Sustainable promotion of the education of girls from ethnic minorities.
The tribal communities in the state of Odisha are among the least literate in India: 24% as against the national average of 65.38%; and just 11.12% for women. The education of the girl child has faced resistance to all efforts undertaken at the national level, particularly for primary education, with a drop-out rate of 67%. The cause: poverty, combined with the weight of traditions, which incite people to keep girls at home to look after their siblings, to make them work or to marry them off at a very young age, but also the poor quality of education, which is struggling to fulfil its role among these specific population groups.
Language of instruction not understood, absenteeism of teachers, corporal punishment, contemptuous treatment of illiterate parents by educational staff… a survey conducted among 72 children and their families in isolated villages in the district of Nabarangpur where tribes account for 55 % of the population revealed a dual need: the need to help government schools provide an adapted response to these children and the need to build the community’s capacity to take school governance and surveillance in their hands in their district. Promoting girls’ education also requires sensitisation campaigns about its importance among the tribes and the opening up of general and vocational training programmes for out-of-school adolescents.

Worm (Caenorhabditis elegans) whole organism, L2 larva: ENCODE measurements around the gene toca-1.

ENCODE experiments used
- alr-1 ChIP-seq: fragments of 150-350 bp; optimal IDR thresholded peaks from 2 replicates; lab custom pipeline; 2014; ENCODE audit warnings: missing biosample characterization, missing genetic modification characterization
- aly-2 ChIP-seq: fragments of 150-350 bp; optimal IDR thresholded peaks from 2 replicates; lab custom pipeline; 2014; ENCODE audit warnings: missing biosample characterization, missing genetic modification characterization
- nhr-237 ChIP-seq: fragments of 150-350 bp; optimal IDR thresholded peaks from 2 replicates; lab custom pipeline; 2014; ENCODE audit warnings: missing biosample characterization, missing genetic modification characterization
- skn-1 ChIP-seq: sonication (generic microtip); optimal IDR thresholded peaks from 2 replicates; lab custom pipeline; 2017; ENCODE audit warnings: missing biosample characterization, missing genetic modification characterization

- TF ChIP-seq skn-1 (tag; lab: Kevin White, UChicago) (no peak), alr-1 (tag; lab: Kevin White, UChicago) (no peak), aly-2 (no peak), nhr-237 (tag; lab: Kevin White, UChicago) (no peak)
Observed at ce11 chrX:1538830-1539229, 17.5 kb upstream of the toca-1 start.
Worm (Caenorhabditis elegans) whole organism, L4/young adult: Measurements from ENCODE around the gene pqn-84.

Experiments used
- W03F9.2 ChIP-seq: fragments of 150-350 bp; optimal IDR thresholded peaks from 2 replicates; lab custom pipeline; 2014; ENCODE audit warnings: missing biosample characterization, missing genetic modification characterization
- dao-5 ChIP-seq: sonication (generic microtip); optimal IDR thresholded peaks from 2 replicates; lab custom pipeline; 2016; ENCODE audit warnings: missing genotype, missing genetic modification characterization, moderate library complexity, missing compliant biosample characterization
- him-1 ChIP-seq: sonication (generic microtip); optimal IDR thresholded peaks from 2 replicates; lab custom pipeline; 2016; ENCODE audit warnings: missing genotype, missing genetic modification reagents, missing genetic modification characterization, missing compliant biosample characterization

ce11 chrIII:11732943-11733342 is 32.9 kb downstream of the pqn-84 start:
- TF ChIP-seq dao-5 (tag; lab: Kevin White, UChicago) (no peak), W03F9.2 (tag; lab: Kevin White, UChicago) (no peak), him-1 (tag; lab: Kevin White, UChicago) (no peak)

– Advocacy for primary education in the mother tongue, implementation of adapted pedagogical programmes and material. Teachers’ training.
– Development of peer-to-peer self-help groups among tribal children and others.
– Training of 200 adolescents, who are in turn responsible for sensitising families.
Region / South Asia
Area / Girls and women's education
Duration / 2012 - 2016
The project covers / 50 villages
Project manager / Mihir Mohanty